From Annie Leibovitz's MasterClass

Case Study Part 1: Photographing Alice Waters

Annie brings you inside a photo shoot with the renowned chef Alice Waters. Learn how Annie built the concept for the photos, conducted research, and prepared for the shoot.

Topics include: Building the Concept • Inspiration • Preproduction • Music • Lighting


Annie brings you inside a photo shoot with the renowned chef Alice Waters. Learn how Annie built the concept for the photos, conducted research, and prepared for the shoot.

Topics include: Building the Concept • Inspiration • Preproduction • Music • Lighting

Annie Leibovitz

Teaches Photography

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The Art Of The Photo

Annie Leibovitz was the first woman to be named chief photographer at Rolling Stone and the last person to take a portrait of John Lennon. In her first online photography class, Annie shows us that what makes a picture stunning isn’t the gear or technology—it’s the story. Annie teaches you her philosophy: how to develop concepts, work with subjects, shoot with natural light, and bring images to life in post-production. See the world through her eyes.


Students give MasterClass an average rating of 4.7 out of 5 stars.

It has emphasised the importance of focussing on the intent and emotional the image, not just the technical aspect, about conveying an idea, an emotion as the core driver for wanting to photograph something or someone. It's about the meaning

It introduced me to Annie’s perspective and beautiful photography and particularly,about the importance of telling a story that matters to you. I shall go out into the world now and look with new eyes. I have never been a photographer but I have been an observer of people. Rather than using my eyes, as a voice coach, I use my ears.It’ll be fun to put the two together .

The class was inspiring to me to go out and shoot photos in a way I’ve never done before. I can’t wait to get started.

The class has helped me discover what it truly means to be a photographer. Annie has taught me that portrait photography isn't about capturing someone for who they really are, because that never happens. Photography is more of an instinct; it's about following your gut, and taking pictures that mean something to you. She has taught me a lot.


Nera K.

To be honest, this chapter was really slow and boring. It took me many tries for watching it full cause i would fall asleep everytime. It would have been nice to at least get some technical info, as which camera and lens she used or something about the strobe and difussion.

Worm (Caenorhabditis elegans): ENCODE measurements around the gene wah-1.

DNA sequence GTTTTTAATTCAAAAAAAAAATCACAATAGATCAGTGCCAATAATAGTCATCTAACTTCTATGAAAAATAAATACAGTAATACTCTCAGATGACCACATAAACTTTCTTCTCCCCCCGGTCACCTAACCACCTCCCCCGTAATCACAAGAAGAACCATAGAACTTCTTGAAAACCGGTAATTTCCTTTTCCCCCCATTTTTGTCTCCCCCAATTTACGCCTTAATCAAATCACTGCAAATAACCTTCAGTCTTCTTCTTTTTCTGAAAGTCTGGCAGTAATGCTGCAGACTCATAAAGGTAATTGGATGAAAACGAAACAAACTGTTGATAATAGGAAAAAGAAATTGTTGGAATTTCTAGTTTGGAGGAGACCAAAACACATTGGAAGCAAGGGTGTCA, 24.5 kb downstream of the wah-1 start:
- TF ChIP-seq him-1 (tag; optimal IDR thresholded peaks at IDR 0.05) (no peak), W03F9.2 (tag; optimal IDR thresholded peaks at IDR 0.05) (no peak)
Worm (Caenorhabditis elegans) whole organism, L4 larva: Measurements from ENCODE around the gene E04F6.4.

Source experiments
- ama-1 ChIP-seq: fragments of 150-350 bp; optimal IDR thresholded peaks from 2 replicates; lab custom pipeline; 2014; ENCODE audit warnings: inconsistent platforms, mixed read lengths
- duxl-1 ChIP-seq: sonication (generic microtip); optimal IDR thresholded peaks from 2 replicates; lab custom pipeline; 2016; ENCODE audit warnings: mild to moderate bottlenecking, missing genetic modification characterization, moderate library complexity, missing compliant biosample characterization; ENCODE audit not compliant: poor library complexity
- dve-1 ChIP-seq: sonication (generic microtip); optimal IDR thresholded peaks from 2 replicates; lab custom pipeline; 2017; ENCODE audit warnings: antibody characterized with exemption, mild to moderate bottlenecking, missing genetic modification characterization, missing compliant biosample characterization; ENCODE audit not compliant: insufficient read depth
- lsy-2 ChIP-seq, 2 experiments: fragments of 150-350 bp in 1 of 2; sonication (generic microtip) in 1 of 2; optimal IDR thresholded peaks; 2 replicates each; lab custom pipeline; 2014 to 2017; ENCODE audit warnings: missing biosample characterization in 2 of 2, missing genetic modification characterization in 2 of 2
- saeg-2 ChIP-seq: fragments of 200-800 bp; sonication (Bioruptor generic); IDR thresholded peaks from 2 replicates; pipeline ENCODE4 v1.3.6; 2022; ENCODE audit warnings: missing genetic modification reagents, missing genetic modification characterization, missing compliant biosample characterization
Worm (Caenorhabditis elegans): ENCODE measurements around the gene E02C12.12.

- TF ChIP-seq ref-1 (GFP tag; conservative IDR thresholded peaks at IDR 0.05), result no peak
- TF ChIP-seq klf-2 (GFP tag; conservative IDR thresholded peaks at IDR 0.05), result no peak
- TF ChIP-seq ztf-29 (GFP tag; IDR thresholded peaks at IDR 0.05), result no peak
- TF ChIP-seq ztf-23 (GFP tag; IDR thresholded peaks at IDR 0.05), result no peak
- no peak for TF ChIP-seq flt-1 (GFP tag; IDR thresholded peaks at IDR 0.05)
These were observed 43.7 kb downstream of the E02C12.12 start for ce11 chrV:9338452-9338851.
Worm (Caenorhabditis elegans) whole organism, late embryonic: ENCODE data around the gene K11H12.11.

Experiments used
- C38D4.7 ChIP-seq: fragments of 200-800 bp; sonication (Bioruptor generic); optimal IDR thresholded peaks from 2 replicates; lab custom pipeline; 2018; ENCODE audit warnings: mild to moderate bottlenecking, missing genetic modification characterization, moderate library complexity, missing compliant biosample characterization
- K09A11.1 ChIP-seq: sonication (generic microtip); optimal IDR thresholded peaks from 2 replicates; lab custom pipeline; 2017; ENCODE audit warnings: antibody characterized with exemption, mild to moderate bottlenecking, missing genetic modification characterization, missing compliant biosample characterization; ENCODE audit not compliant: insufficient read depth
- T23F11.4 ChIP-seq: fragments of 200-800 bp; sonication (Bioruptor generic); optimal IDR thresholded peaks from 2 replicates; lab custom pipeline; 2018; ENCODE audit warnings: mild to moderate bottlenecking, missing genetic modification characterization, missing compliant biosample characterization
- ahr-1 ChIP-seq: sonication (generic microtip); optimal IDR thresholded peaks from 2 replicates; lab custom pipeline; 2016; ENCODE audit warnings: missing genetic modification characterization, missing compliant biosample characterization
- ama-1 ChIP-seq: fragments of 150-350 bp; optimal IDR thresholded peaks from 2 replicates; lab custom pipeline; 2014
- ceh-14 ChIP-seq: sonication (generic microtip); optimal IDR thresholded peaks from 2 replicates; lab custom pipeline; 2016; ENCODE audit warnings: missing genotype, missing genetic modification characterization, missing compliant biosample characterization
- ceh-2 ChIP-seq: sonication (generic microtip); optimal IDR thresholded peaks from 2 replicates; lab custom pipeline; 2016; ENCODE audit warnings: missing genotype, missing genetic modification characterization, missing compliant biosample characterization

J'nee H.

She suggested to try a portrait with a stylist, etc. So I wanted to explore a faceless portrait. Probably outside the rules/description but I love the composition and color and facelessness of my dancer subject.

Juanita B.

Can you provide some insight on the best camera and lens for a new photographer?

Brenda K.

I enjoy listening to Annie about when taking photos to look for the meaning and what is important to the subject. Even if the subject is an animal find the simple and what means something to that subject. So I took this photo a couple of days ago. How you have to be patient with exactly what you would like to capture on the photo. Very simple and yet like it is so natural. I am a beginner to all of this and that is why I am taking in all that she mentions about the subject and what to really search for in taking a photo to capture the best photo for that day.

A fellow student

This has really gotten stale. Annie talking about Annie. This is not Annie Leibovitz "teaches photography. " This is Annie teaching about Annie.

Charles B.

I learned some things in this lesson. Alice Waters, adding music (although I've thought about that before) during the shoot; the two most important aspects for me. I suggest Annie consider having a much larger canopy to shoot under. A parachute, for example, will allow ambient light and will help to keep her from being crowded with all the extra hands, and give the soft light she enjoys working with.

Jan K.

Again small idea, 20 people doing real work and Annie just pushing the button, that's all Pfftttt

Rick L.

Another great lesson. I have worked with music and Annie is right, the wrong music can be death. I tried having the subjects bring their own recorded music and then many times I have to suffer through some awful music. Music sure can help though. Personal Choice. I do appreciate Annie's talking about the thought process that goes into the decisions and also that she did not like her previous photos of Alice. Sometimes we want to capture something we can't even put to words or idea and that can be frustrating even if we get "good" photos we might not be happy. For those who want more technical info, look at the shoot. Note the type of fan she uses, note where she puts her subjects, the position of the arms, hands, body in relation to the camera and background. In this on note how she feathers the light shooting across the subject (away a bit, not texture lighting) rather than right at her, it gives a much flatter, softer light. It is all in there if we look.

Amy M.

For the past several years i have been working on a street pictorial of Chattanooga. The work has at times changed direction. This class has given me some clarity and some tools to finish my project.

Caroline M.

Not sure who I'll pick to work with - probably my 13 year old daughter who is very honest about what she thinks!